Wylder’s updated Wylder Hope Valley is a cabins feature a modern, snowy haven near Lake Tahoe. minimalist aesthetic and full kitchens. Each cabin stay includes a complimentary bottle of wine and a bookable time slot for a private sauna session. Whether you cruise to Tahoe or kick it locally in Sonoma County, these mini road trips can be just the ticket to keeping your cool in these prolonged pandemic times. J A N UA RY 2021

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THE SCENE CALENDAR

TOP: ZINFANDEL EXPERIENCE: SOCIAL ZINSTANCING

Start the new year right at these socially distanced and virtual events throughout Northern California. TEXT JENNY WILLDEN

Wednesdays & Saturdays Central Park, Davis davisfarmersmarket.org

Outdoor Bingo Night Wednesdays Green River Brewing & Taproom, Winters

greenriverbrewingandtaproom.com

January in California is typically packed with winter celebrations and festivals, but as COVID-19 rages on, events are moving online (again) or being shifted to small, outdoor affairs. Support your local businesses and communities at these in-person markets or online events.

St. Supery #InJoy at Home Virtual Wine Tastings Jan. 14, 21 & 28 Virtual event stsupery.com

Ferry Plaza Farmers Market

Wednesdays at Winn

Tuesdays, Thursdays & Wednesdays Saturdays Winn Park, Sacramento Ferry Plaza, San Francisco wednesdaysatwinn.com ferrybuildingmarketplace.com

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This new evening market in downtown Sacramento offers produce, locally made crafts, and food.

Order a tasting kit and join weekly tasting experiences in a dynamic 45-minute session. Discuss wines and watch Chef Tod

Kawachi demonstrate a dish to pair with it.

Live Comedy at The Athletic Club Oakland Fridays The Athletic Club, Oakland theacoakland.com

Redding Artists on Market Fridays Virtual event visitredding.com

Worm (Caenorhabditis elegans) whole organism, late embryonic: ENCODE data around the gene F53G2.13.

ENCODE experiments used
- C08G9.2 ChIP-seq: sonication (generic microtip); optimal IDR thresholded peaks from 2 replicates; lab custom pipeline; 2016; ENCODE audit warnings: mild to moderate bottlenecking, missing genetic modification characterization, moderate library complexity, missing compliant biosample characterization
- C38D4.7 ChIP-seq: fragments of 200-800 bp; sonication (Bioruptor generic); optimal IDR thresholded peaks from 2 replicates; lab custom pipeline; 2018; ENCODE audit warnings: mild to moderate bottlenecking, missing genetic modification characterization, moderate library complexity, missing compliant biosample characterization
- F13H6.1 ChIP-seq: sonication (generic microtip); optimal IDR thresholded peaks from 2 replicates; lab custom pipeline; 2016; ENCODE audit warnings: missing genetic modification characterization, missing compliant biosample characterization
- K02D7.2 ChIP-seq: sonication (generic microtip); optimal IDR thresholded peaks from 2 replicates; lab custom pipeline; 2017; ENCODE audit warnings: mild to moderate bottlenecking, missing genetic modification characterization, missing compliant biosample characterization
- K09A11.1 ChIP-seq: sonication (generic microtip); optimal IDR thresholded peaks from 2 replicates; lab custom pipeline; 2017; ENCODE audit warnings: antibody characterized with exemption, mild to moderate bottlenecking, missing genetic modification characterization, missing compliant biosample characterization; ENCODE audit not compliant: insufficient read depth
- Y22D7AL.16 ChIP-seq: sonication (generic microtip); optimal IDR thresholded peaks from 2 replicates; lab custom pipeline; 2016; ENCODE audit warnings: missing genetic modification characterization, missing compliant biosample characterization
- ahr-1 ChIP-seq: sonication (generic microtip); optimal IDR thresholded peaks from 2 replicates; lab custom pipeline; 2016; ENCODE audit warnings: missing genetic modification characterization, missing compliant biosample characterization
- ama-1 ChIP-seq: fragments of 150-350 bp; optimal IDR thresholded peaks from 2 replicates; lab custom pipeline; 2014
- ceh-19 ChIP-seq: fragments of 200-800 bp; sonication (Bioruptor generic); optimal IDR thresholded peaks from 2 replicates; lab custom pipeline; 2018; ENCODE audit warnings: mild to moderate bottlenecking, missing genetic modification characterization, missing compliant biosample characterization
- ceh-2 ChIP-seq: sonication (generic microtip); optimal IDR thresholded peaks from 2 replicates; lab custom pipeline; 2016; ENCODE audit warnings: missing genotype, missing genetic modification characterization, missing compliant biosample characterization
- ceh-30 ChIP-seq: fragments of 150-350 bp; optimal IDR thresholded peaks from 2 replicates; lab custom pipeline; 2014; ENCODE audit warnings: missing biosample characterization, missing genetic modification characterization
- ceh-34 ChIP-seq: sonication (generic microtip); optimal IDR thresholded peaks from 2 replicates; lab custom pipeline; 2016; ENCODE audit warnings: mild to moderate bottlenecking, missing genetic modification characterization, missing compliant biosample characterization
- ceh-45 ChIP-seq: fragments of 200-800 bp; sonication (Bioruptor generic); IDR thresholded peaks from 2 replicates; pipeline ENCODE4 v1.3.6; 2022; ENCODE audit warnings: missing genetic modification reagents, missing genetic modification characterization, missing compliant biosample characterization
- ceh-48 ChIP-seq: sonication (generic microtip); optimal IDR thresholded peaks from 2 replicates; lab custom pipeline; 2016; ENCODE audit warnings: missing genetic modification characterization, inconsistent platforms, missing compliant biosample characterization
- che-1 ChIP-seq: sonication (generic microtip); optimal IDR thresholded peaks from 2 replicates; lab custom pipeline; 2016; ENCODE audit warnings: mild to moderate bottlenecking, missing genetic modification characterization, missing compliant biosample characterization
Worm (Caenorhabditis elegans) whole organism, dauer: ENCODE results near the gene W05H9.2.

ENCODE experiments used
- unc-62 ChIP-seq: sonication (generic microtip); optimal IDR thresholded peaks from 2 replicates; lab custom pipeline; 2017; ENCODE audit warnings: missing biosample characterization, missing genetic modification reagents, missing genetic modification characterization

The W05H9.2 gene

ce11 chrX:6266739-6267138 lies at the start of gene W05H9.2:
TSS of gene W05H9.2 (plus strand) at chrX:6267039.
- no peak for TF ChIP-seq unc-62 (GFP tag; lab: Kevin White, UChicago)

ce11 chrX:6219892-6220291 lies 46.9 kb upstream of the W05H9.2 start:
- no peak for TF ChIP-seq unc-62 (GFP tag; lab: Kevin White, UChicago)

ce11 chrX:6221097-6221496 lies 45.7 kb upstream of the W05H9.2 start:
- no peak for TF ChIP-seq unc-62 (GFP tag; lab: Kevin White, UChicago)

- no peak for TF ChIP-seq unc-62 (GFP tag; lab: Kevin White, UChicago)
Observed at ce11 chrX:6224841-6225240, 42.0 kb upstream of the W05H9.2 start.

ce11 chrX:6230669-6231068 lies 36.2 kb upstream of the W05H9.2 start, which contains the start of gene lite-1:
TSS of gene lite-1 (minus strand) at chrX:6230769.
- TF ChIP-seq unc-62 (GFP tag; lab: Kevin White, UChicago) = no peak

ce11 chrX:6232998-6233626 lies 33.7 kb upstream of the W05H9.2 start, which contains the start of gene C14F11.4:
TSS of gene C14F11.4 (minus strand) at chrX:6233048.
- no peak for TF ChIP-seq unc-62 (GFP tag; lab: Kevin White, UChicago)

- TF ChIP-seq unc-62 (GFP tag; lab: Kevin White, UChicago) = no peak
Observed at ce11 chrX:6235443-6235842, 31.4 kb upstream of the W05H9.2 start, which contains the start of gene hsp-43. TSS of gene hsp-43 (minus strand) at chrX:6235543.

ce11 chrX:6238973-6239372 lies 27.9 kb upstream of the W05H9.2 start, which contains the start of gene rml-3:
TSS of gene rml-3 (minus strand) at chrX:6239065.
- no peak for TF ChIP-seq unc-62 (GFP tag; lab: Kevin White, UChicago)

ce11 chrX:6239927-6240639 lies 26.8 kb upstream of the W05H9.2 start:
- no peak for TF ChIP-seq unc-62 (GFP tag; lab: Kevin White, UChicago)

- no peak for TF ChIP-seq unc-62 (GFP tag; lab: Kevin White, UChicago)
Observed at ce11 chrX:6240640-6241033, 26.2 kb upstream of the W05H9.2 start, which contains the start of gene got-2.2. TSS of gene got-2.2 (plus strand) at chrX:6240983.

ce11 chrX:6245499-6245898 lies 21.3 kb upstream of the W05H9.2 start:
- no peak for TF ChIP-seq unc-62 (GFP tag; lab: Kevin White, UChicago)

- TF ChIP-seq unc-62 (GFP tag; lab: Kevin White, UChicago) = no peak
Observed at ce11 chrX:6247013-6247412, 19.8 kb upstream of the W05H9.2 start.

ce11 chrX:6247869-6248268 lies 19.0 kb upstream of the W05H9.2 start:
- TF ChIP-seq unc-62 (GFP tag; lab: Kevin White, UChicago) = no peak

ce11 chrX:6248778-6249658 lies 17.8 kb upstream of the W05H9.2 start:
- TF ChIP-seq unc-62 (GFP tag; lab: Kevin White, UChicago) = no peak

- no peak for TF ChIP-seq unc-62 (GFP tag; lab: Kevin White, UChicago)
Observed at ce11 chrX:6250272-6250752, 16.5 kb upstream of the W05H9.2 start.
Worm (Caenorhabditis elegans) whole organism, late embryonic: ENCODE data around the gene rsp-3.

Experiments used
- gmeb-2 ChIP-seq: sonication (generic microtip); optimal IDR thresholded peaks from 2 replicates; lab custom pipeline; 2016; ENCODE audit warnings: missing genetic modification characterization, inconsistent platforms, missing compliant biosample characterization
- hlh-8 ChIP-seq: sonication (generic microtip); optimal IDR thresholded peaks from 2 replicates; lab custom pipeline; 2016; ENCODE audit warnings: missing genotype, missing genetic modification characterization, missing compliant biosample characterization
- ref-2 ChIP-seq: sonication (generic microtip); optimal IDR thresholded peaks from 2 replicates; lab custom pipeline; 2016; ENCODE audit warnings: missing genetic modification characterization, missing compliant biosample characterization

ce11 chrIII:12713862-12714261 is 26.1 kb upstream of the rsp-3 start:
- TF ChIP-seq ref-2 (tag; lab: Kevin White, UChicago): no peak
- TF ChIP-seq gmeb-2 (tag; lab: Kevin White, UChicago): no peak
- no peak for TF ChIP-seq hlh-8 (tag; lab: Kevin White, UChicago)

Watch local Redding artists work at 10 a.m. every Friday on Facebook Live.

Midtown Farmers Market Saturdays 20th Street, between J and L Streets, Sacramento exploremidtown.org

PHOTO COURTESY OF ZINFANDEL EXPERIENCE

Cultural Calendar

Davis Farmers Market


THE SCENE CALENDAR

TOP: ST. SUPERY #INJOY AT HOME VIRTUAL WINE TASTINGS BELOW: WILD & SCENIC FILM FESTIVAL

Dine Downtown Restaurant Week Jan. 8–24 Downtown Sacramento godowntownsac.com

mental and adventure film festivals goes virtual with online films and events.

Jessup Cellars Brew It Yourself: Art House Short Film Series 101 Beginner Jan. 16 Brewing Downtown Vallejo Farmers Market

Winter in the Wineries Passport

Saturdays Georgia and Marin Streets, Vallejo pcfma.org

Now–April 1 Participating wineries, Calistoga visitcalistoga.com

Napa Farmers Market

First Day Hike

Saturdays City of Napa Parking Lot (1100 West St.), Downtown Napa napafarmersmarket.org

Calistoga Farmers Market

PHOTOS (FROM TOP) COURTESY OF ST. SUPERY / WILD & SCENIC FILM FESTIVAL

Saturdays Washington Street, Calistoga visitcalistoga.com

Sebastopol Farmers Market Sundays Sebastopol Plaza, Sebastopol sebastopolfarmmarket.org

Old Sacramento Waterfront Wheel Now–Jan. 31 Waterfront Park, Old Sacramento oldsacramento.com

Jan. 1 Jack London State Historic Park, Glen Ellen jacklondonpark.com

First Fridays Downtown Redding Jan. 8 Downtown Redding visitredding.com

Various dates, Jan. 10–30 Mercurius Beer Lab, San Francisco brewityourselfsf.com

Learn the basics of beermaking and take home your brew at this handson class. All COVID protocols will be followed, and class size is limited to four.

Rodney Strong Vineyard: It’s All About the Cabernet! Jan. 14 Virtual event rodneystrong.com

The Napa Murder of Anita Fagiani Andrews: A Cold Case that Caught a Serial Killer, presented by Ray Guadagni

Why is cabernet so popular? Taste and learn about the varietal at this virtual experience with Rodney Strong. Make a reservation and purchase a kit to join in on tasting.

Jan. 8 Napa Historical Society, Virtual event napahistory.org

Wild & Scenic Film Festival

Virtual event jessupcellars.com

Zinfandel Experience: Social Zinstancing Jan. 21 & 28–31 Virtual event zinfandelexperience.com

This popular San Francisco event has transformed into a virtual wine experience. It will be packed with tastings and seminars, showcasing new vintages, special reserves, and time with winemakers.

Bay Area Short Film Festival Jan. 23–24 Virtual event moviemakingbay.com

Watch and vote for a variety of short films made by Bay Area directors and amateurs. From comedy to horror to drama, a variety of creative short films will be screened.

Cannabis Meets Healthcare Jan. 26–27 Virtual event cannaone.com

Unified Wine & Grape Symposium Jan. 26–29 Virtual event unifiedsymposium.org

Crab Feed in the Vineyards Jan. 29 Hannah Nicole Vineyards & Winery, Brentwood Tickets on Eventbrite hnvwines.com